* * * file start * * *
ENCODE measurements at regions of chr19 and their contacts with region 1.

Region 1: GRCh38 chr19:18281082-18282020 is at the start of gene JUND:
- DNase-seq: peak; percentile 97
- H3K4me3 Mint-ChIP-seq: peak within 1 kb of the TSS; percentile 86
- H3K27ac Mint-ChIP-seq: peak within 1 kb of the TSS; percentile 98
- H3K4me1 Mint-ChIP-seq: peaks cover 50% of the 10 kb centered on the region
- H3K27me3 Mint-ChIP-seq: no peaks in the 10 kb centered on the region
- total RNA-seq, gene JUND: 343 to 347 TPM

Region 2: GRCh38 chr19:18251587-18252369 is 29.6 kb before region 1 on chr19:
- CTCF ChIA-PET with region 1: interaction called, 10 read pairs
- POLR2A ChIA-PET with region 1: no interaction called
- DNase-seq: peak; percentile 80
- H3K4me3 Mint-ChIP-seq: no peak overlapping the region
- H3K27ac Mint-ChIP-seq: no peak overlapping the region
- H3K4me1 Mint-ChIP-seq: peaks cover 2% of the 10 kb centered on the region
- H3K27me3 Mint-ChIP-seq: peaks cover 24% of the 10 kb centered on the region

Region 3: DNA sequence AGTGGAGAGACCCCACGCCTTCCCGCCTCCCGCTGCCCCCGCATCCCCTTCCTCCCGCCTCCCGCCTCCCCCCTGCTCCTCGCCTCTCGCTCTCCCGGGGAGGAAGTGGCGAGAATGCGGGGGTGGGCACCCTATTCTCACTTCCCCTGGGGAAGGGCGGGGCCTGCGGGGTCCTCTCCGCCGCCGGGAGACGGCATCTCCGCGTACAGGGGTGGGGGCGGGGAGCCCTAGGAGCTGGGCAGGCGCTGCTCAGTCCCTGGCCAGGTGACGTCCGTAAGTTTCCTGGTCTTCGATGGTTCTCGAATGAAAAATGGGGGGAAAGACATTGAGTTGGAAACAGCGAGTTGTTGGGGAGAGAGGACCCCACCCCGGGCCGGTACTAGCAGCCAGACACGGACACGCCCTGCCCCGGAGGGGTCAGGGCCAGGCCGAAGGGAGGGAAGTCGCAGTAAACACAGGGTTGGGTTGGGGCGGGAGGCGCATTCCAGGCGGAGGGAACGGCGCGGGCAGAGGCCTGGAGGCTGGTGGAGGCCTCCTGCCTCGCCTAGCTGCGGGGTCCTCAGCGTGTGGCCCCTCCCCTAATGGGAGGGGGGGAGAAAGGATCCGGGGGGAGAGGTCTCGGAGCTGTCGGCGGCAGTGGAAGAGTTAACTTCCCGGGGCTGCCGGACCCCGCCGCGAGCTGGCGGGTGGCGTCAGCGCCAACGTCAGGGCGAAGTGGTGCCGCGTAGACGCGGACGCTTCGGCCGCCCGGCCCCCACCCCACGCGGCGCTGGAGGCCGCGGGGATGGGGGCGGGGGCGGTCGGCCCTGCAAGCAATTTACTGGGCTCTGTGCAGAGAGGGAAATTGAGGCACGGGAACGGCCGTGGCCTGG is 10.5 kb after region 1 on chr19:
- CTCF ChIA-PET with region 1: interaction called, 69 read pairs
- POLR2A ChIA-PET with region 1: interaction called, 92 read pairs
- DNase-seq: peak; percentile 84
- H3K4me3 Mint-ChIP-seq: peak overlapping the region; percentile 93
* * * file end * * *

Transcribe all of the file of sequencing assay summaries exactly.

ENCODE measurements at regions of chr19 and their contacts with region 1.

Region 1: GRCh38 chr19:18281082-18282020 is at the start of gene JUND:
- DNase-seq: peak; percentile 97
- H3K4me3 Mint-ChIP-seq: peak within 1 kb of the TSS; percentile 86
- H3K27ac Mint-ChIP-seq: peak within 1 kb of the TSS; percentile 98
- H3K4me1 Mint-ChIP-seq: peaks cover 50% of the 10 kb centered on the region
- H3K27me3 Mint-ChIP-seq: no peaks in the 10 kb centered on the region
- total RNA-seq, gene JUND: 343 to 347 TPM

Region 2: GRCh38 chr19:18251587-18252369 is 29.6 kb before region 1 on chr19:
- CTCF ChIA-PET with region 1: interaction called, 10 read pairs
- POLR2A ChIA-PET with region 1: no interaction called
- DNase-seq: peak; percentile 80
- H3K4me3 Mint-ChIP-seq: no peak overlapping the region
- H3K27ac Mint-ChIP-seq: no peak overlapping the region
- H3K4me1 Mint-ChIP-seq: peaks cover 2% of the 10 kb centered on the region
- H3K27me3 Mint-ChIP-seq: peaks cover 24% of the 10 kb centered on the region

Region 3: DNA sequence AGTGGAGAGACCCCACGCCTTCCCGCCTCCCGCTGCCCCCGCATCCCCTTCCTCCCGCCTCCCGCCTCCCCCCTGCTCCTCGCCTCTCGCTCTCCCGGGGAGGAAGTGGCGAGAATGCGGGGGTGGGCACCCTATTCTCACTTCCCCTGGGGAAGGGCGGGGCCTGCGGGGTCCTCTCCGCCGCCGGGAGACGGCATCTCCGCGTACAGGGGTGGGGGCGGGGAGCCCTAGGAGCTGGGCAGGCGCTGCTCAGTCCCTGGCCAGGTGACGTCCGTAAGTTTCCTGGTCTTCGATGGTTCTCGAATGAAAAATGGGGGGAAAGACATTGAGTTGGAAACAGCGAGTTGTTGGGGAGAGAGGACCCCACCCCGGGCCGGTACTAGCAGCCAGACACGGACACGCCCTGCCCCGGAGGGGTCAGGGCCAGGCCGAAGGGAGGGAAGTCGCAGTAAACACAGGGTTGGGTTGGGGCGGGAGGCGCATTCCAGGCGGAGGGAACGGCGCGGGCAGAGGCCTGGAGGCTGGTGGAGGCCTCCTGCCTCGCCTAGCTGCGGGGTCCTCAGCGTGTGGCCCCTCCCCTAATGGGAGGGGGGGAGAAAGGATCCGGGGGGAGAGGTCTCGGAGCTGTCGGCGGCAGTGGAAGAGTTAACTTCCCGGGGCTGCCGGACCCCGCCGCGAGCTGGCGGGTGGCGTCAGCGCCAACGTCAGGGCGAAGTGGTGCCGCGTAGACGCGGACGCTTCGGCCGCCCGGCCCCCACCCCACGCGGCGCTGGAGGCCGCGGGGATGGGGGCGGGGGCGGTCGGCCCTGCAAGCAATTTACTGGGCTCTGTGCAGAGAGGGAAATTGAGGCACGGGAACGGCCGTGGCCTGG is 10.5 kb after region 1 on chr19:
- CTCF ChIA-PET with region 1: interaction called, 69 read pairs
- POLR2A ChIA-PET with region 1: interaction called, 92 read pairs
- DNase-seq: peak; percentile 84
- H3K4me3 Mint-ChIP-seq: peak overlapping the region; percentile 93